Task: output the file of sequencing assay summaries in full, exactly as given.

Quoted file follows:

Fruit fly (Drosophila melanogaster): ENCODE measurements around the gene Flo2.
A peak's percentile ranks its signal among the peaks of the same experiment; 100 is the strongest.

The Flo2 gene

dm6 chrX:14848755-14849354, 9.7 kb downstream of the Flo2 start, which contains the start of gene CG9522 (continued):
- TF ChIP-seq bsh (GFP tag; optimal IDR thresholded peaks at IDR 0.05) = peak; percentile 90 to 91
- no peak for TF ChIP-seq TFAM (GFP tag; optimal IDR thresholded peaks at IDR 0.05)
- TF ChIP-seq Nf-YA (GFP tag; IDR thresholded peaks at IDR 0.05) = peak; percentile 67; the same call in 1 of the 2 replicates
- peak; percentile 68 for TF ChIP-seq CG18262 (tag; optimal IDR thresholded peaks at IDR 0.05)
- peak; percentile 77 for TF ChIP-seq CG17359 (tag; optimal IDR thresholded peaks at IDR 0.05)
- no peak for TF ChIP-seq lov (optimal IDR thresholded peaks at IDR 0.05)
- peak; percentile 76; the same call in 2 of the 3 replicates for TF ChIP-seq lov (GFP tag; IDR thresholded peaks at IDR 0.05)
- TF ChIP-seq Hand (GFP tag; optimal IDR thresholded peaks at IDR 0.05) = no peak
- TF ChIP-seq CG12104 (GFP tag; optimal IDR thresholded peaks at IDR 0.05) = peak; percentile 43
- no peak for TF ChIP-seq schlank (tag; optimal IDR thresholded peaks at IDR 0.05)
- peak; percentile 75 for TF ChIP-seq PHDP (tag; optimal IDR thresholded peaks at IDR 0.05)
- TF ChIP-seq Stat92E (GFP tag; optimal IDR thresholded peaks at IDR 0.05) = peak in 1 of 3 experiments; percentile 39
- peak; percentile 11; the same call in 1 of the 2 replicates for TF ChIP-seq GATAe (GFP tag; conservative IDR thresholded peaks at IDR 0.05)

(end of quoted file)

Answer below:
Fruit fly (Drosophila melanogaster): ENCODE measurements around the gene Flo2.
A peak's percentile ranks its signal among the peaks of the same experiment; 100 is the strongest.

The Flo2 gene

dm6 chrX:14848755-14849354, 9.7 kb downstream of the Flo2 start, which contains the start of gene CG9522 (continued):
- TF ChIP-seq bsh (GFP tag; optimal IDR thresholded peaks at IDR 0.05) = peak; percentile 90 to 91
- no peak for TF ChIP-seq TFAM (GFP tag; optimal IDR thresholded peaks at IDR 0.05)
- TF ChIP-seq Nf-YA (GFP tag; IDR thresholded peaks at IDR 0.05) = peak; percentile 67; the same call in 1 of the 2 replicates
- peak; percentile 68 for TF ChIP-seq CG18262 (tag; optimal IDR thresholded peaks at IDR 0.05)
- peak; percentile 77 for TF ChIP-seq CG17359 (tag; optimal IDR thresholded peaks at IDR 0.05)
- no peak for TF ChIP-seq lov (optimal IDR thresholded peaks at IDR 0.05)
- peak; percentile 76; the same call in 2 of the 3 replicates for TF ChIP-seq lov (GFP tag; IDR thresholded peaks at IDR 0.05)
- TF ChIP-seq Hand (GFP tag; optimal IDR thresholded peaks at IDR 0.05) = no peak
- TF ChIP-seq CG12104 (GFP tag; optimal IDR thresholded peaks at IDR 0.05) = peak; percentile 43
- no peak for TF ChIP-seq schlank (tag; optimal IDR thresholded peaks at IDR 0.05)
- peak; percentile 75 for TF ChIP-seq PHDP (tag; optimal IDR thresholded peaks at IDR 0.05)
- TF ChIP-seq Stat92E (GFP tag; optimal IDR thresholded peaks at IDR 0.05) = peak in 1 of 3 experiments; percentile 39
- peak; percentile 11; the same call in 1 of the 2 replicates for TF ChIP-seq GATAe (GFP tag; conservative IDR thresholded peaks at IDR 0.05)